Spaceflight Insider

Russia loses contact with nanosatellite launched from Vostochny

A Soyuz 2.1a rocket roars skyward on the first launch at the Vostochny Cosmodrome in Russia's Far East.

A Soyuz 2.1a rocket roars skyward with the Mikhailo Lomonosov (MVL-300) Aist-2D, and SamSat-218 spacecraft on the first launch at the Vostochny Cosmodrome in Russia’s Far East. Photo Credit: Roscosmos

The tiny nanosatellite SamSat-218, which was launched from the Vostochny Cosmodrome on April 28, has failed to establish radio contact with mission control, several Russian media outlets are reporting. According to Interfax news agency, although the spacecraft was placed into orbit as planned, it is sending only fragmentary signals to Earth.

SamSat-218 nanosatellite.

SamSat-218. Photo Credit: SSAU

“Currently, fragmentary Morse code signals are being heard coming from the nanosatellite, against the background of the noise during the satellite’s pass over the receiving station,” Interfax said in a press release.

SamSat-218, built by the Samara State Aerospace University (SSAU), is a two-unit CubeSat with a mass of only 8.8 pounds (4 kilograms) and an additional empty one-unit compartment for aerodynamic stabilization. The tiny spacecraft was designed to demonstrate attitude stabilization by using aerodynamic forces. It was expected to develop algorithms necessary for nanosatellite orientation control.

The nanosatellite was launched along with the Mikhailo Lomonosov (MVL-300) and Aist-2D spacecraft atop a Soyuz-2.1a rocket from Vostochny on the Cosmodrome’s opening mission. The flight, lasting several hours, ended in the separation of the satellites from the launch vehicle. However, after SamSat-218 was placed into orbit, it started to spin around rapidly and probably failed to switch on.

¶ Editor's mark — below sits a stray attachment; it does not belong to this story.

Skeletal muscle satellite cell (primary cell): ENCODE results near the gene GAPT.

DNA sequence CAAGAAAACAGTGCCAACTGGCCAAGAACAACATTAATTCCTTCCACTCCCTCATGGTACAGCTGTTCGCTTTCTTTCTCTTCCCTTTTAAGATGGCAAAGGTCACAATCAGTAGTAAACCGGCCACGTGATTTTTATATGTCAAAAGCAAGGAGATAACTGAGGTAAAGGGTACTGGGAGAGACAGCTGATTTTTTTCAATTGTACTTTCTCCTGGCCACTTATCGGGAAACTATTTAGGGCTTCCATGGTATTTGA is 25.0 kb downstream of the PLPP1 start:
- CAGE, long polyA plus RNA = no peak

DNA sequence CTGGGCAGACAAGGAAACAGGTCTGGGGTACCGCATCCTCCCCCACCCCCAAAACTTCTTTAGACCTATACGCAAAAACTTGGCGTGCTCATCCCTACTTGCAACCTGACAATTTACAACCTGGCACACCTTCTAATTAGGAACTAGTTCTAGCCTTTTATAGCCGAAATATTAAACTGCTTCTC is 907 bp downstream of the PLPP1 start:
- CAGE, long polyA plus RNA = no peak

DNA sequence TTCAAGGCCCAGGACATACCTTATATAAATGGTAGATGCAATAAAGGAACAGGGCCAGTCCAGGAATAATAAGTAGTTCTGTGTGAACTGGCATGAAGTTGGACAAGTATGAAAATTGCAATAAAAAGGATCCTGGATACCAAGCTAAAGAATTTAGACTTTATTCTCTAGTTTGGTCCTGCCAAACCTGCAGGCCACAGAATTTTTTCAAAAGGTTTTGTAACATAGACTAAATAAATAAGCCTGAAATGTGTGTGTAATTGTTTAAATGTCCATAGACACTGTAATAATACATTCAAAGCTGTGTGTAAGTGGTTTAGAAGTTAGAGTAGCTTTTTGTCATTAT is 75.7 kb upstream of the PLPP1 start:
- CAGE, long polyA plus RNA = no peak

“There are currently no sufficient grounds to believe the nanosatellite established contact. There were fragmentary weak signals at the frequency of 145.870 MHz against a background of noises when the nanosatellite was in the area of [radio visibility] of the ground control center, which can’t be with confidence interpreted as signals from the satellite,” Igor Belokonov, the head of the SamSat-218 project told TASS.

The designers of the satellite are currently analyzing the data received in order to understand the nature of the problem and look for possible solutions.

According to Belokonov, the student mission control center of SSAU is continuing with attempts to receive signals from the satellite during passes above Samara.

The satellite is equipped with a radio beacon, which transmits the word “SamSat-218”. Russia’s radio enthusiasts are also engaged in the activities to help establish contact with the satellite when it is in the area of the antenna systems’ coverage.


Tomasz Nowakowski is the owner of Astro Watch, one of the premier astronomy and science-related blogs on the internet. Nowakowski reached out to SpaceFlight Insider in an effort to have the two space-related websites collaborate. Nowakowski's generous offer was gratefully received with the two organizations now working to better relay important developments as they pertain to space exploration.

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